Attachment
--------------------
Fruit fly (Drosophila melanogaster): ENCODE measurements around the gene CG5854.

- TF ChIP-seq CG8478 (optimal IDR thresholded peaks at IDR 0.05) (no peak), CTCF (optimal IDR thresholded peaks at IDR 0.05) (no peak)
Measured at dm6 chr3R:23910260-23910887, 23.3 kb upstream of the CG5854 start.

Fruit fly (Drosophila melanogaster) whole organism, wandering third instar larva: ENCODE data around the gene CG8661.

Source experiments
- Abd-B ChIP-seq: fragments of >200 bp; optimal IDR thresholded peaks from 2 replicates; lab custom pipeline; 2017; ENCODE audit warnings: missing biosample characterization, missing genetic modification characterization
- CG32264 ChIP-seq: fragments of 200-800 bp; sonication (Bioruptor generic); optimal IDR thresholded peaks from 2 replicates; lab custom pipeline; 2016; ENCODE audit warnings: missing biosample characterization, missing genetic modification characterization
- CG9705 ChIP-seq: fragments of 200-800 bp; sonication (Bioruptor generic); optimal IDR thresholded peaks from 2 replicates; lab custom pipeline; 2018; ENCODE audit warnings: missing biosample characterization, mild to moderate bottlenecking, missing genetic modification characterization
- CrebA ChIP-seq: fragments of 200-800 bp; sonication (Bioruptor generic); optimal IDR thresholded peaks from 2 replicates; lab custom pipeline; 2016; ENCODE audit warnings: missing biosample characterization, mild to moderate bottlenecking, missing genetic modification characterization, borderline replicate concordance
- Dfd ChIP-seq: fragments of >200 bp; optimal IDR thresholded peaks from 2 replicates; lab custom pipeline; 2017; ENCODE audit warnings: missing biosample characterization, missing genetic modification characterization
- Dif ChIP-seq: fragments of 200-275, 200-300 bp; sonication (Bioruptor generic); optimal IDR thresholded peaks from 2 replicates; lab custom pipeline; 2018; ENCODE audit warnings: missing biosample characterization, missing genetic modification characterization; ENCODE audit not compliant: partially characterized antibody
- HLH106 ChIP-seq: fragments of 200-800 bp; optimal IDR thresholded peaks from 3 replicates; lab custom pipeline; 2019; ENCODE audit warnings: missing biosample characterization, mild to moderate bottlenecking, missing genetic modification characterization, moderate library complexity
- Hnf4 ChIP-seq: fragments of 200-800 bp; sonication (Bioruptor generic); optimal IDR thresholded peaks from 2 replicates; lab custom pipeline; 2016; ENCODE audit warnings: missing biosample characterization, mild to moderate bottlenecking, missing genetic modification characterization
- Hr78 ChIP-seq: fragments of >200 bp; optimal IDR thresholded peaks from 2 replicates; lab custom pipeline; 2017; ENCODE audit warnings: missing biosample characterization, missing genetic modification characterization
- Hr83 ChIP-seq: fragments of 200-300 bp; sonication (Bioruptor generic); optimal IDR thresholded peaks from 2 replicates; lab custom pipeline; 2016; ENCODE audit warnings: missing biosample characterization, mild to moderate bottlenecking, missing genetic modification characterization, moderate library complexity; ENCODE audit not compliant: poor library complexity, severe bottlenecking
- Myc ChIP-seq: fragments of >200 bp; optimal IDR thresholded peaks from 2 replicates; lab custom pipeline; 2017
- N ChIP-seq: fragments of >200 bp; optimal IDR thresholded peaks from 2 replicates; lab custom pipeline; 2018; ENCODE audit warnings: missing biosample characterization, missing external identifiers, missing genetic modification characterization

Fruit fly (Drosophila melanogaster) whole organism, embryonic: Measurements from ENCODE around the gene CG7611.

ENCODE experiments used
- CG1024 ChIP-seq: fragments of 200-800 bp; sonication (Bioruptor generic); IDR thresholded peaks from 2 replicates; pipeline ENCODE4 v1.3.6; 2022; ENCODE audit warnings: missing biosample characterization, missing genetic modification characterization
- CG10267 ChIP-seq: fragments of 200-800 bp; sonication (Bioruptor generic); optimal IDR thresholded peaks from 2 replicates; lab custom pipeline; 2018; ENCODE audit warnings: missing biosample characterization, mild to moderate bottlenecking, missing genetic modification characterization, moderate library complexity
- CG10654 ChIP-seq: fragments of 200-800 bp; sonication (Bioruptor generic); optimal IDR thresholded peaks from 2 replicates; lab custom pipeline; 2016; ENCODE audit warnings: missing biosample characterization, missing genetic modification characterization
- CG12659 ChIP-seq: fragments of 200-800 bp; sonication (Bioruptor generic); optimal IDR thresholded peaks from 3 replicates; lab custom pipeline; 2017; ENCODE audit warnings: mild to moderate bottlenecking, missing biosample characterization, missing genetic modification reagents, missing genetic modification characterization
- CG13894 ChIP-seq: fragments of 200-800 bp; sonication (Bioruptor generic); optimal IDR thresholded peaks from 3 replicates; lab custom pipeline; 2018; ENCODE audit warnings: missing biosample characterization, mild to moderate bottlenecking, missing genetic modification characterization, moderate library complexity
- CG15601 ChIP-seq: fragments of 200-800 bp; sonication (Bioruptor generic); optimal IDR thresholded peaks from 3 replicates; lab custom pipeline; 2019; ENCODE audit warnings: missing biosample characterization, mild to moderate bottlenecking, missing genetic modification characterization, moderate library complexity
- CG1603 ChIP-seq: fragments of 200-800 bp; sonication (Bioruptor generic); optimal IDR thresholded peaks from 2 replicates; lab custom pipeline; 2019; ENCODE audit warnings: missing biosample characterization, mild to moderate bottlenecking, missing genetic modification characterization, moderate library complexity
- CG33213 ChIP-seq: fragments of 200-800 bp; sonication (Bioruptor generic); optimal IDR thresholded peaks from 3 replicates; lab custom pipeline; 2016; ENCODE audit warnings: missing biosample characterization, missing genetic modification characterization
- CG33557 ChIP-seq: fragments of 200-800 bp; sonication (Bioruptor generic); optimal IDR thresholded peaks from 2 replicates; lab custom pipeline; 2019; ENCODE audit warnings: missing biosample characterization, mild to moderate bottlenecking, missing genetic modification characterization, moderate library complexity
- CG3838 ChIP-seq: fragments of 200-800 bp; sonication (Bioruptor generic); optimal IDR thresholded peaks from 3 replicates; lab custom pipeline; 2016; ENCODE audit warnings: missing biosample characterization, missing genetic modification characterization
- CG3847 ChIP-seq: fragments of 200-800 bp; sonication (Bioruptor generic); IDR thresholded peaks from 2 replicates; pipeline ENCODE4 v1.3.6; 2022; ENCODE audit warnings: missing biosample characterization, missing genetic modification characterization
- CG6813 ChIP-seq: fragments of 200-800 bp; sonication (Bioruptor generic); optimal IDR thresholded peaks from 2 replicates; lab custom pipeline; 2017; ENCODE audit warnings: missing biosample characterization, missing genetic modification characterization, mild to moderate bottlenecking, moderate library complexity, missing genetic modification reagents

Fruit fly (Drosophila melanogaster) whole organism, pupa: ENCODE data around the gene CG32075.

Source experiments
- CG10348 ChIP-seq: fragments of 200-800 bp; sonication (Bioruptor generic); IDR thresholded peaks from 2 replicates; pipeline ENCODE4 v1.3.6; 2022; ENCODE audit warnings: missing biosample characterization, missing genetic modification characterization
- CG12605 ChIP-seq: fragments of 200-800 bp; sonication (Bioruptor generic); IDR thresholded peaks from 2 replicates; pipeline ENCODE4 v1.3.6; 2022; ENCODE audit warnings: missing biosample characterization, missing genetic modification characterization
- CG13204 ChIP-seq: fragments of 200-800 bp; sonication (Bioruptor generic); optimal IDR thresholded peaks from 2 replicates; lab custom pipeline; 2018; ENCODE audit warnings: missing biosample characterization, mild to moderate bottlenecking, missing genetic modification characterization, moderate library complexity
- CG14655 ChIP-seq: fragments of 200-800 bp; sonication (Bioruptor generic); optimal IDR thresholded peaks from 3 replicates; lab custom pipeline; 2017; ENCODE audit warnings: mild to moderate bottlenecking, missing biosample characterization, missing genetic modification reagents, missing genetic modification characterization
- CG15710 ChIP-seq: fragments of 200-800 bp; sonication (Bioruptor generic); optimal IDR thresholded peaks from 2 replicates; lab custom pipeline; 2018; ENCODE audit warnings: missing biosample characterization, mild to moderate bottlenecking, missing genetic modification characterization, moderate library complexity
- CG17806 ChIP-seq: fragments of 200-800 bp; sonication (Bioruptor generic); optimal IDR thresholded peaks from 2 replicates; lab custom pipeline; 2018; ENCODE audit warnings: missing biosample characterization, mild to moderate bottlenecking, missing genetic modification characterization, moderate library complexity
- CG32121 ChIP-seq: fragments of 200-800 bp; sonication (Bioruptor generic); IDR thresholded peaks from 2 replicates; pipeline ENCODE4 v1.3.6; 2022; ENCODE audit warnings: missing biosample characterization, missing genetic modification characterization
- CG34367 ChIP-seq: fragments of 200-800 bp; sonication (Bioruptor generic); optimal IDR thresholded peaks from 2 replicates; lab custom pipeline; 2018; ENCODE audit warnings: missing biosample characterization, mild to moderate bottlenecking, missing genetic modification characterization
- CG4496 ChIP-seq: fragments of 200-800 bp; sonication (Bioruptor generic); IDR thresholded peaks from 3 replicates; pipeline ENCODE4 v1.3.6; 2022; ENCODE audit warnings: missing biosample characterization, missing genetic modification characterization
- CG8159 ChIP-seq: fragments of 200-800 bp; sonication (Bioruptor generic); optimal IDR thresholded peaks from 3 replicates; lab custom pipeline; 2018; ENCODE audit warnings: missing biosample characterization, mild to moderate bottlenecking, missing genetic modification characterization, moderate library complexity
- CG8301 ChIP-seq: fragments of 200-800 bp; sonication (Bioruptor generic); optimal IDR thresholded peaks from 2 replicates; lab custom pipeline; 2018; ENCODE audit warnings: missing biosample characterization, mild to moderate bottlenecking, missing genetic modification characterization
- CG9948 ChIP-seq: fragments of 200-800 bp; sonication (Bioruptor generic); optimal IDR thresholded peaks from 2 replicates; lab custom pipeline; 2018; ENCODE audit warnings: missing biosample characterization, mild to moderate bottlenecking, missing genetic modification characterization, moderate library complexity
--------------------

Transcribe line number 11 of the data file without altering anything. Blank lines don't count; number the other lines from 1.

- Dif ChIP-seq: fragments of 200-275, 200-300 bp; sonication (Bioruptor generic); optimal IDR thresholded peaks from 2 replicates; lab custom pipeline; 2018; ENCODE audit warnings: missing biosample characterization, missing genetic modification characterization; ENCODE audit not compliant: partially characterized antibody